A Baker’s Dozen of Classical Gems

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Although I’m primarily known as a world music and jazz aficionado, I have also loved classical music for a long time. I was a teenager when I first heard Debussy’s Prelude to the Afternoon of a Faun and Van Cliburn’s acclaim-winning performance of Tchaikovsky’s Piano Concerto #1. I loved rhythm and blues and jazz, but this music spoke to me as well. If you haven’t listened much to classical music, let me tell you it’s not all starched shirts and formality. There is the richness of timbre and tone that comes with an orchestra of acoustic instruments. There is the intimacy of chamber music and duets. There is the passion and pathos of great opera.

Two albums have been playing on repeat in my house—French mezzo-soprano Marianne Crebassa singing Debussy’s art songs and a recording of Rachmaninoff and Barber’s Cello Sonatas performed by cellist Jonah Kim and pianist Sean Kennard. Kim and Kennard perform passionately in the video below, not stiff or starchy at all. They have been playing together since they were teenagers at the Curtis Institute of Music and have played almost every sonata in the classical repertoire. The Rachmaninoff sonata was the first work they ever performed together, many years ago. For my part, I first heard the Rachmaninoff Cello Sonata decades ago, performed by the great Russian cellist Mstislav Rostropovich, and I’ve never forgotten how elegant and sweeping the music is. I also love how the cello’s sound suggests the human voice in many ways.

Mezzo-sopranos may not sing the high coloratura notes in soprano territory, but I find the lower vocal range richer, kind of like the difference between half-and-half versus milk.  Marianne Crebassa’s repertoire on Secrets pulls mostly from Debussy’s art songs. It’s an intimate (mostly since a flutist performs on one cut) duet recording with pianist Fazil Say. The lyrics to Debussy’s art songs are written by great modern French poets, and his music still sounds so modern. His choice of unusual harmonies, whole-tone scales, and other musical trademarks means this music will never sound old.

Crebassa was born in the Mediterranean city of Agde, attended music school in Montpellier, and has performed works by Schumann, Bernard Herrmann, Gluck, Mozart, Handel, and many others. She also had her more recent debut at La Scala. Fazil Say was born in Ankara, Turkey. A child prodigy, he went on to study in Dusseldorf and at the Berlin Conservatory. His passionate and expressive playing is perfectly suited for Crebassa’s singing.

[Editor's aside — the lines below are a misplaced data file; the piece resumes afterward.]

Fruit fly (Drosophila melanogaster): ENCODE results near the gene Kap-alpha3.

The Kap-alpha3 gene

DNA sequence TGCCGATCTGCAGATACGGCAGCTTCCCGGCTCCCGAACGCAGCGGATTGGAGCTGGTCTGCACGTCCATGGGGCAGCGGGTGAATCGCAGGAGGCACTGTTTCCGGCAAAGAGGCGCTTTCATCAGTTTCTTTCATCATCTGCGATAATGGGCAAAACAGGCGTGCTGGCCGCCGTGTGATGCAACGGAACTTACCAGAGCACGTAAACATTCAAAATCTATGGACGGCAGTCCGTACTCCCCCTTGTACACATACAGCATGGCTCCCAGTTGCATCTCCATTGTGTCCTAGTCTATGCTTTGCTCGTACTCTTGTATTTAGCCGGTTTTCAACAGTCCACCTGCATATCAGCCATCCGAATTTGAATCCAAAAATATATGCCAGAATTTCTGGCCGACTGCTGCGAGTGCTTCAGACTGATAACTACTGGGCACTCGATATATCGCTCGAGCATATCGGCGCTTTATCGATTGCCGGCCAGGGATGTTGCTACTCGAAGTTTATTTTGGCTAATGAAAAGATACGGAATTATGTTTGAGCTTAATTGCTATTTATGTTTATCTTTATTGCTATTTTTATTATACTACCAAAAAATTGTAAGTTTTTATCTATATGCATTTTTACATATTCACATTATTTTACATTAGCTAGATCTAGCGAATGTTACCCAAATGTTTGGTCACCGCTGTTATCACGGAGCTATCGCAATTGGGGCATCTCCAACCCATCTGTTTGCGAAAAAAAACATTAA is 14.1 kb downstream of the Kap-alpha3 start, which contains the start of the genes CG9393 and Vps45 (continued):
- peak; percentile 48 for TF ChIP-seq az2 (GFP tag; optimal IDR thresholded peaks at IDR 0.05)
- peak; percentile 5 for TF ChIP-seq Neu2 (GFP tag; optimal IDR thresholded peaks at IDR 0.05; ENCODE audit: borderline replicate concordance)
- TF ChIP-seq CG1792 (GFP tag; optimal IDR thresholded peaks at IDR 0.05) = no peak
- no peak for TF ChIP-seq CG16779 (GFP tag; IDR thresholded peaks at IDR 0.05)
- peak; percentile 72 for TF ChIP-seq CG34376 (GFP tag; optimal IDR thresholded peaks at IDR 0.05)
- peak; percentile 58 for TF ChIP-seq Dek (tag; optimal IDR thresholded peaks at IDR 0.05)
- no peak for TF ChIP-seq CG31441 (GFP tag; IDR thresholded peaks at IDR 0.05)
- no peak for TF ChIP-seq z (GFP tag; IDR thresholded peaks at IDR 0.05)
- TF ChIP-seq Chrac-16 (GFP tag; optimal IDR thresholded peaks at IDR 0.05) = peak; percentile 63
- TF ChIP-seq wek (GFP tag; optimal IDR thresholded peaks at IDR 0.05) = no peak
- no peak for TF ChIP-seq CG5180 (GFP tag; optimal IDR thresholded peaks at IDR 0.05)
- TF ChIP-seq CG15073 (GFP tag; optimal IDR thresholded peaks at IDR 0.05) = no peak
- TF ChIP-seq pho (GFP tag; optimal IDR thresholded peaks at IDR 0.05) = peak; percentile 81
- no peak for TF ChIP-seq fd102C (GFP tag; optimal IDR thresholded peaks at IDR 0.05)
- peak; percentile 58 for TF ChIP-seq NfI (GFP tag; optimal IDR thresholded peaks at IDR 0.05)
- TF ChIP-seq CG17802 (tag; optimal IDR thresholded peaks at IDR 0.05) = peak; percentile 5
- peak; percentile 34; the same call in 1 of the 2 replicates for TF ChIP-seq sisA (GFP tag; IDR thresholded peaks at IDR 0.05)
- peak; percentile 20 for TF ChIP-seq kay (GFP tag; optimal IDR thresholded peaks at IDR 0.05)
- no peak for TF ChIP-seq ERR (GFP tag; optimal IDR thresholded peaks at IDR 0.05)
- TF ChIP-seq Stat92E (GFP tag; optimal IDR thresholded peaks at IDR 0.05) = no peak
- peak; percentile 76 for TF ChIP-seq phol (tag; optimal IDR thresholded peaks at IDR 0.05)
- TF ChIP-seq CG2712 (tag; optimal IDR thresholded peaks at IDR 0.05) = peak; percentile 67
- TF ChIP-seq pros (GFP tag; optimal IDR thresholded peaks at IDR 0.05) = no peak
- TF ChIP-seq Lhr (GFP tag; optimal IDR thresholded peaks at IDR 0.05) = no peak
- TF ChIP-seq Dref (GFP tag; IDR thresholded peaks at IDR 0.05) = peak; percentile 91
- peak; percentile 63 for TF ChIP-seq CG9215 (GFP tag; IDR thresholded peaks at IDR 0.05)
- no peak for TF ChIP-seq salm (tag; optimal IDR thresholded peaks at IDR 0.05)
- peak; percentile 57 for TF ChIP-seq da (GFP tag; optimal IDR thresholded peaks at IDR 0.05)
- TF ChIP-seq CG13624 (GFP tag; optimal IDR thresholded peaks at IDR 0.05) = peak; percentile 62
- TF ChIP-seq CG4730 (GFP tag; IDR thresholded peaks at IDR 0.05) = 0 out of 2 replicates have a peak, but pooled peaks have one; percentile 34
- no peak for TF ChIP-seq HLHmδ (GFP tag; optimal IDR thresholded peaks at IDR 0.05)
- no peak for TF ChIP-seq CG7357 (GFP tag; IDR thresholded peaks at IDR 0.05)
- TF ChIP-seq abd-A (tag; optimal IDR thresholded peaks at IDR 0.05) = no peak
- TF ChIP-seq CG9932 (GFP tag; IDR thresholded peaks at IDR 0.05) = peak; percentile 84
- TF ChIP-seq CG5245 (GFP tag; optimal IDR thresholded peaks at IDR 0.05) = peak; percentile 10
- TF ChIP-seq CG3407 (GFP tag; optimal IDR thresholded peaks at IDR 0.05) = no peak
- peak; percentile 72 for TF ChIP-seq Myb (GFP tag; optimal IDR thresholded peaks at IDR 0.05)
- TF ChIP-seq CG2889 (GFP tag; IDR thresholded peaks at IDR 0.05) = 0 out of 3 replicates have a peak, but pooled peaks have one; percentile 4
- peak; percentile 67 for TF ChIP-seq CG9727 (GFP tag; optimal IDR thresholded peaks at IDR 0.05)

Enjoying these two albums over the past few weeks inspired me to create a playlist of some classical favorites. I wanted to feature the popular Flower Duet from Léo Delibes’s opera Lakmé  from French soprano Sabine Devieilhe’s album Mirages. Devieilhe’s soprano is soaring and stratospheric, and she won first prize at the Conservatoire de Paris in 2011. I first heard this song long ago in the 1987 Canadian film I’ve Heard the Mermaids Singing. This version by Devieilhe and mezzo-soprano Marianne Crebassa sizzles with the synergy between the two singers. It’s interesting to hear and compare the differences in timbre and range of these two vocal stars.

Other gems in the playlist include Russian-American pianist Olga Kern playing a movement from Rachmaninoff’s Piano Sonata #2 and one from French pianist Pascal Rogé, one of Debussy’s finest interpreters. Typical of Debussy’s impressionistic conception of music, we hear “Reflets dans l’Eau” (Reflections in the Water). Influenced by impressionist painting, Debussy translated it into his music and his composition titles. We also hear Joseph Canteloube’s Songs from the Auvergne by New Zealand’s great mezzo Kiri Te Kanawa, who I was lucky enough to interview for my first book Stolen Moments. I feature a 15th-century song from Castile, Spain, rendered by the late Catalan soprano Montserrat Figueras.

Gustav Mahler’s Adagietto from his Symphony #5 featured prominently in the film score for Death in Venice. Like Samuel Barber’s Adagio for Strings, which we hear later in the playlist, it is one of the most famous adagios in all of classical music. There’s also a Mahler piece sung by another mezzo, Christa Ludwig (see how I gravitate to mezzos?). It’s sometimes been said that Mahler’s genius is most evident in his lapidary art songs, whereas his big symphonies can be unwieldy and uneven.

Vladimir Horowitz plays Étude in C-sharp minor by visionary Russian composer Alexander Scriabin. I once played this track on Café LA and Rickie Lee Jones called in to say she had been feeling down and how hearing this song lifted her spirits. Horowitz’s piano genius is also heard on a Rachmaninoff prelude from his historic return to Moscow concert in 1986, at the height of tensions between the Soviet Union and the U.S. during the Reagan era. This concert is available on DVD as well, and I recommend it as an interesting slice of history.

The final piece of music comes from conductor Wilhelm Furtwängler’s reading of Beethoven’s Symphony #6, the Pastoral. I discovered Furtwängler during graduate school and had friends who were really into him and members of the Furtwängler Society. We listened to his Beethoven all the time.

Classical music is a rich and varied musical genre that will always be part of my world. I love hearing the sound of acoustic instruments in acoustic settings, without synthesizers or electronics. The sounds of all the players in harmony with one another—and the genius of the composers who wrote these works—are so impressive and beautiful. So please – jump in and enjoy!